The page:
shalit - AFP - October 12 2011
Aviva Shalit Photo by AFP
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There are many very good reasons to oppose the deal for the release of kidnapped soldier Gilad Shalit. They include the fact that the deal is a surrender by Israel to terror; that it will spur Hamas on and weaken Palestinian Authority President Mahmoud Abbas and PA Prime Minister Salam Fayyad. It will empower extremists in the Arab world and in Palestine. It will increase the risk of Israeli soldiers being kidnapped in the not-too-distant future. It will increase the danger that a wave of terror will rock Israel.

The deal will strengthen the feeling that sensitivity to human life is Israel's Achilles' heel. The deal will renew the image of Israel as a power encumbered by cobwebs. The deal that saves the life of Gilad Shalit could cost the lives of many Israelis whose names and faces we do not yet know.

And yet, there is one decisive reason to support the deal: Israeli solidarity.

Israel's main asset in human and security terms is the sense of mutual responsibility that its citizens and soldiers feel toward one another.

Without this feeling, there is no meaning to our lives here. Without this feeling, we have neither army, security nor the ability to protect ourselves. Rightly or not, Shalit has become a symbol of mutual responsibility. And therefore his upcoming release will not only be the redemption of a captive and the saving of the life and the return home of a son. Shalit's release will be the realization of Israeli solidarity.

It is unclear what exactly prompted the prime minister and the defense minister to do what they did over they past few weeks regarding Shalit. This exorbitant price could have been paid a year or two years ago. The red lines could have been crossed right after the government came into office.

Apparently Benjamin Netanyahu and Ehud Barak were prompted to act determinedly at this specific time by motives that are not especially gladdening.

The two apparently realized that there will be no diplomatic, economic or social breakthrough here in the coming year. They understood that security could decline in the year to come. They recognized that they are under strategic, political and public siege, and the Shalit front is the only one in which they can chalk up an achievement and engender any kind of hope. And so Netanyahu and Barak stormed the Shalit front, giving it everything they had. Right or not, justified or not, these two former officers of the elite reconnaissance unit conquered their target.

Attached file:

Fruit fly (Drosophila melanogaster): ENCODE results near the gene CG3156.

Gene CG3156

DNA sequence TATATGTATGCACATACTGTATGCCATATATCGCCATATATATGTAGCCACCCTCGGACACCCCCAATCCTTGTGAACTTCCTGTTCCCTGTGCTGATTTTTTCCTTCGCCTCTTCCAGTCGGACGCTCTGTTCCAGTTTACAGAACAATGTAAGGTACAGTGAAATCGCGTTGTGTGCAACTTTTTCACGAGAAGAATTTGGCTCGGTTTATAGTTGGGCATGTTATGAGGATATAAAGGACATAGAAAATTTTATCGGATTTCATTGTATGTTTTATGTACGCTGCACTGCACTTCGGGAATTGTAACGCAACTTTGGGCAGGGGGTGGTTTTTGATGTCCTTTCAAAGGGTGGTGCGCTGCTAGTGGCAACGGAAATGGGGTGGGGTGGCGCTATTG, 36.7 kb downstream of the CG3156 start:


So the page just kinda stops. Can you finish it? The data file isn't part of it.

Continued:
In the coming weeks, Israel will be enveloped in euphoria. The thrilling pictures broadcast from Shalit's home community of Mitzpeh Hila will push out the threatening pictures from the West Bank and the Gaza Strip. People will feel that with Shalit's return, we have returned to ourselves. Older people will weep, younger people will celebrate, the social protest will be forgotten.

And yet, the world around us will see things differently. Even our allies will find it difficult to understand us. Sooner or later, Shalit's pictures will be replaced by pictures of others, and so only in a few years will we be able to know who was right at yesterday's cabinet meeting and who was wrong. Only with time will we know what the proper balance was between what was correct and what was dangerous in the deal to release Shalit.

But until history has its say, we can all rejoice. We will rejoice with Gilad's parents, Noam and Aviva Shalit, and with his grandfather, Zvi. We will rejoice with Gilad, the heartbreaking boy Gilad, the son that became a son to all of us, and who is finally returning home.